How to find the tornado-shaped open cluster NGC 663, the barred spiral galaxy NGC 1365 & the unusual variable star, AE Aurigae the weekend of December 27-29, 2013.
Friday, December 27 - Born today in 1571 was Johannes Kepler - Danish astronomer and assistant to Tycho Brahe. Kepler used Brahe's copious notes of Mars' positions to help formulate his three laws of planetary motion. These laws are still in use today.
Now let's travel 398 light-years away as we have a look at AR Aurigae - the centermost star in a brilliant collection. It is about one-third the distance from southern Beta to northern Alpha (Capella). AR is an eclipsing binary which consists of two main sequence white dwarf stars. About every 4.1 days, this pair will make a slight magnitude drop. While both are chemically peculiar, neither fills its Roche Lobe - meaning they are not stripping material from each other to cause these unusual abundances. Recent studies have shown the possibility of a third, unseen companion! But even binoculars will see that AR resides in a great field of stars and is worth a little of your time.
NGC 663 - Palomar Observatory Courtesy of Caltech
When you're ready, let's turn our attention towards a very beautiful and lesser known open cluster - NGC 663 (Right Ascension: 1:46.0 - Declination: +61:15). You'll find it about one fingerwidth northeast of Delta Cassiopeiae... This magnificent tornado-shaped collection of stars will be quite noticeable in binoculars and will resolve out more than a dozen members to a small telescope. Larger telescopes will fully resolve this magnitude 7 cluster and reveal color amongst its many stars.
Saturday, December 28 -Today we celebrate the birth of Arthur S. Eddington. Born in 1882, Eddington was a British theoretical astrophysicist whose work was fundamental to interpreting and explaining stellar nature. He also coined the phrase "expanding universe" to refer to the mutual recession of the galaxies.
Galaxies? You asked for galaxies? Then let's go haunt the Fornax Galaxy Cluster! Containing around 20 galaxies brighter than 13th magnitude in a one degree field, here is where a galaxy hunter's paradise begins! About a degree and a half north of Tau Fornacis is the large, bright and round spiral NGC 1398 (Right Ascension: 3:38.9 - Declination: -26:20). A little more than a degree west-northwest is the easy ring of the planetary nebula NGC 1360. Look for the concentrated core and dark dustlane of NGC 1371 a degree north-northeast - or the round NGC 1385 which accompanies it. Why not visit Bennett 10 or Caldwell 67 as we take a look at NGC 1097 (Right Ascension: 2:46.3 - Declination: -30:17) about 6 degrees west-southwest of Alpha? This one is bright enough to be caught with binoculars!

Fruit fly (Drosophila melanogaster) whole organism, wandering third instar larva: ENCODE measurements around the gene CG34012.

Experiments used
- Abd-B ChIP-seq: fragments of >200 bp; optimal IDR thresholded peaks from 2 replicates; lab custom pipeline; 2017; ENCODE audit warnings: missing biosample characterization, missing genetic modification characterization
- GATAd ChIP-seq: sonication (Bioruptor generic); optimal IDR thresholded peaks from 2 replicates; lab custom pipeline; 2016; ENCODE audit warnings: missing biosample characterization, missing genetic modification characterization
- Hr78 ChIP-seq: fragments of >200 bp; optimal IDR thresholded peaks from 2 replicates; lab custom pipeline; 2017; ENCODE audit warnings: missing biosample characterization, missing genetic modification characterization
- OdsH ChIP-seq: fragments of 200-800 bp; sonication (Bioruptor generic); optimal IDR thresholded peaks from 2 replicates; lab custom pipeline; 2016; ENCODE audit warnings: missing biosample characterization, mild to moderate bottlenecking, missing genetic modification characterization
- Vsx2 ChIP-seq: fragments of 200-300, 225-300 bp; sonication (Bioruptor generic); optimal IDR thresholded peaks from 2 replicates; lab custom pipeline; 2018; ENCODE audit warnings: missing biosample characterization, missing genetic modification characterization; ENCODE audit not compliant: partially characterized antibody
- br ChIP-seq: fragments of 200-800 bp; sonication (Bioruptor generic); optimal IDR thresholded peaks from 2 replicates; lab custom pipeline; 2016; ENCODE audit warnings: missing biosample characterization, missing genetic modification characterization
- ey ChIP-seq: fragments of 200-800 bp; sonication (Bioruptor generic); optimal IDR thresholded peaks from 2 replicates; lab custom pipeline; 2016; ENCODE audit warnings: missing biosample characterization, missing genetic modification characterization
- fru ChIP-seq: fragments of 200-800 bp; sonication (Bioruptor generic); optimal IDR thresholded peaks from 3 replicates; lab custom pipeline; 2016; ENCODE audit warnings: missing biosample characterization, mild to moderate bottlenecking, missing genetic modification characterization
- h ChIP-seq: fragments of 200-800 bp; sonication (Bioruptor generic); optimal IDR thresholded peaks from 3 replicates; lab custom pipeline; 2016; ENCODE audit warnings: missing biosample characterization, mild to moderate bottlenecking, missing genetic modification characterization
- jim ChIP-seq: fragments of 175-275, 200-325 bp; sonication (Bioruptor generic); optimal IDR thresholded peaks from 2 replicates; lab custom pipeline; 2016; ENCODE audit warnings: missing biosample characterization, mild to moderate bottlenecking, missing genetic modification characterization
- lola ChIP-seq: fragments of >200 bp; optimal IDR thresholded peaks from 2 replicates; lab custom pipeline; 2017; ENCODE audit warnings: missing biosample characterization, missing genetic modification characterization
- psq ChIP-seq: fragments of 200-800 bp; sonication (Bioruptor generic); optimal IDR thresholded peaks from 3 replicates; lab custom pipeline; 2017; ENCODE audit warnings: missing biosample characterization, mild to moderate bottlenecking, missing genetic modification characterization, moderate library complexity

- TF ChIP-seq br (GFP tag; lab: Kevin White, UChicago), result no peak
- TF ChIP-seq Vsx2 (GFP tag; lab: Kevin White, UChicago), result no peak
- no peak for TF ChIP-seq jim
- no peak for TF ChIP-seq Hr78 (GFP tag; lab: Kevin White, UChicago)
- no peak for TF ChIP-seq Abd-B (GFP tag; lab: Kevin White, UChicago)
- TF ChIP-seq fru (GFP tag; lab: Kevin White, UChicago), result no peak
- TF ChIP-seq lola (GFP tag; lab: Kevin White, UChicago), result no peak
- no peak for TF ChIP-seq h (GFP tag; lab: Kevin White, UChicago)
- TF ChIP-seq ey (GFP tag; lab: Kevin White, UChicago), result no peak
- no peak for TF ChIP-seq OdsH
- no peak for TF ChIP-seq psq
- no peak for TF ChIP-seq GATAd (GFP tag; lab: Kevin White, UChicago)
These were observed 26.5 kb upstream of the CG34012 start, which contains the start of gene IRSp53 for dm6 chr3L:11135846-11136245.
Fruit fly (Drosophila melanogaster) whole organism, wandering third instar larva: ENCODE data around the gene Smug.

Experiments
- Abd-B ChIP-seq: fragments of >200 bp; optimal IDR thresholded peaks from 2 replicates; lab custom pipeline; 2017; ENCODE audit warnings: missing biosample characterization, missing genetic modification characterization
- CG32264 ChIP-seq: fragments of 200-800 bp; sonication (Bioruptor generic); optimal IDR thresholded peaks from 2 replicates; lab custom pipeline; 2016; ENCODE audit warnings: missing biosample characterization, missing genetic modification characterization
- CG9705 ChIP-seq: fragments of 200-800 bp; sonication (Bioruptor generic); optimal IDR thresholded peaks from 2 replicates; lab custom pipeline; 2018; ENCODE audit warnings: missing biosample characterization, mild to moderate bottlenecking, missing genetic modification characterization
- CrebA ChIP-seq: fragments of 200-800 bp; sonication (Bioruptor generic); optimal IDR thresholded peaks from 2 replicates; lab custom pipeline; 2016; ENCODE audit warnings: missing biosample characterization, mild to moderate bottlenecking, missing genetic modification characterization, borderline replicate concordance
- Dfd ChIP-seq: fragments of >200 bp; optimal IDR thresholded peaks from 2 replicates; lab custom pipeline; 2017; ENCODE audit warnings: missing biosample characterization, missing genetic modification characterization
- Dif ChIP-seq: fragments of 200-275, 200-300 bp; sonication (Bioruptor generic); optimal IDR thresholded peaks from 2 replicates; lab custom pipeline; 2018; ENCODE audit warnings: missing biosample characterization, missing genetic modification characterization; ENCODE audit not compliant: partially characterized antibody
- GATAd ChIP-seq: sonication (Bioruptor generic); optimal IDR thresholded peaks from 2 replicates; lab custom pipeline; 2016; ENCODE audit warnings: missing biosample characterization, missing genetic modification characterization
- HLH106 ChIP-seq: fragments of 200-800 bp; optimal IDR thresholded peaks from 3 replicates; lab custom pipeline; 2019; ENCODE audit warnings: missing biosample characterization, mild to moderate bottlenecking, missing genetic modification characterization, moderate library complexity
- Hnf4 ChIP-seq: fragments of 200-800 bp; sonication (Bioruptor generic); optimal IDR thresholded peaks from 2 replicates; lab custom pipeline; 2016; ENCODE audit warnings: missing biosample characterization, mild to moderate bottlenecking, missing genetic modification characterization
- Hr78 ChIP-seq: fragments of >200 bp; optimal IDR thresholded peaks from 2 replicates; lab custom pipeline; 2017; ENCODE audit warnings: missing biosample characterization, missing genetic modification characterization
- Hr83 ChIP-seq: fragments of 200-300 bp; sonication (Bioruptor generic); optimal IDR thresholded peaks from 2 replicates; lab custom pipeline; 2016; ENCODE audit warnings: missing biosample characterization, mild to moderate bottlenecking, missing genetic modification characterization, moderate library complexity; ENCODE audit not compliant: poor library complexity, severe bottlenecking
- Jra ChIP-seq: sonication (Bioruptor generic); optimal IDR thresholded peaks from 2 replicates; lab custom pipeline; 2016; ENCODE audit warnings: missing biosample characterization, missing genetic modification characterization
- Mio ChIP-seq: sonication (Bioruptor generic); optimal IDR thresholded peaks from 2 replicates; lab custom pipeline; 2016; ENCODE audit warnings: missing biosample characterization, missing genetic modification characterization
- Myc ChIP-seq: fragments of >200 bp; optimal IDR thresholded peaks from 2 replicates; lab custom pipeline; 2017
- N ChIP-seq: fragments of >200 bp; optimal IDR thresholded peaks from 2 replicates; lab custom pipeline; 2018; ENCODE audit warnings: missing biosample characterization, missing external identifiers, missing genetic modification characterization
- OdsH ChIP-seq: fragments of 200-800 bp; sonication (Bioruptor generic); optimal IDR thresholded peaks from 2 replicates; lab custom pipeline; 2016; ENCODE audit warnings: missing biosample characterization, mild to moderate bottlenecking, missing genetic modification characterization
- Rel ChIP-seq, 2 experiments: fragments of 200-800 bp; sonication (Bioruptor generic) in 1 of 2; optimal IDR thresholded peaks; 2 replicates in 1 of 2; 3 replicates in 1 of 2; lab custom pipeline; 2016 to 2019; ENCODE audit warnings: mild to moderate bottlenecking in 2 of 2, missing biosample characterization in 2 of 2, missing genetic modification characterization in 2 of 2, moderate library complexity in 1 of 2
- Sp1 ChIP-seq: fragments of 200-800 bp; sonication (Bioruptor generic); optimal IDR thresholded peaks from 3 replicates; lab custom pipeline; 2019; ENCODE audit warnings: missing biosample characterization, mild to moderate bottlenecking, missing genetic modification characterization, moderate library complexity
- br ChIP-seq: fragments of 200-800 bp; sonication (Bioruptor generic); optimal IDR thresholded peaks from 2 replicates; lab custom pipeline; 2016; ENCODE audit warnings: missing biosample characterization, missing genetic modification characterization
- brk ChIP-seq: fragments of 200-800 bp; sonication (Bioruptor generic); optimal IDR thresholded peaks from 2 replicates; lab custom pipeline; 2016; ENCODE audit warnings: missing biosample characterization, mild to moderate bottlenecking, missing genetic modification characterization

NGC 1365 - Palomar Observatory Courtesy of Caltech
Telescopes will love NGC 1365 (Right Ascension: 3:33.6 - Declination: -36:08) at the heart of the cluster proper. This great barred spiral gives an awesome view in even the smallest of scopes. As you slide north, you will encounter a host of galaxies, NGCs 1386, 1389, 1404, 1387, 1399, 1379, 1374, 1381 and 1380. There are galaxies everywhere! But, if you lose track? Remember the brightest of these are two ellipticals - 1399 and 1404. Have fun!
Sunday, December 29 - Tonight let's go to our maps and head west of M36 and M38 to identify AE Aurigae. As an unusual variable, AE is normally around 6th magnitude and resides approximately 1600 light-years distant. The beauty in this region is not particularly the star itself but the faint nebula in which it resides. Known as IC 405 (Right Ascension: 5:16.2 - Declination: +34:16), this is an area of mostly dust and very little gas. What makes this view so entertaining is that we are looking at a "runaway" star.
AE Aurigae - Palomar Observatory Courtesy of Caltech
It is believed that AE originated in the M42 region in Orion. Cruising along at a very respectable speed of 130 kilometers per second, AE flew the "stellar nest" some 2.7 million years ago! Although IC 405 is not directly related to AE, there is evidence within the nebula that areas have been cleared of their dust by the rapid northward motion of the star. AE's hot, blue illumination and high energy photons fuel what little gas is contained within the region, and its light reflects off the surrounding dust as well. Although we cannot "see" with our eyes like a photograph, together this pair makes an outstanding view for the small backyard telescope. It is known as "The Flaming Star."
Until next year? Dreams really do come true when you keep on reaching for the stars!
About Tammy Plotner - Tammy is a professional astronomy author, President Emeritus of Warren Rupp Observatory and retired Astronomical League Executive Secretary. She's received a vast number of astronomy achievement and observing awards, including the Great Lakes Astronomy Achievement Award, RG Wright Service Award and the first woman astronomer to achieve Comet Hunter's Gold Status.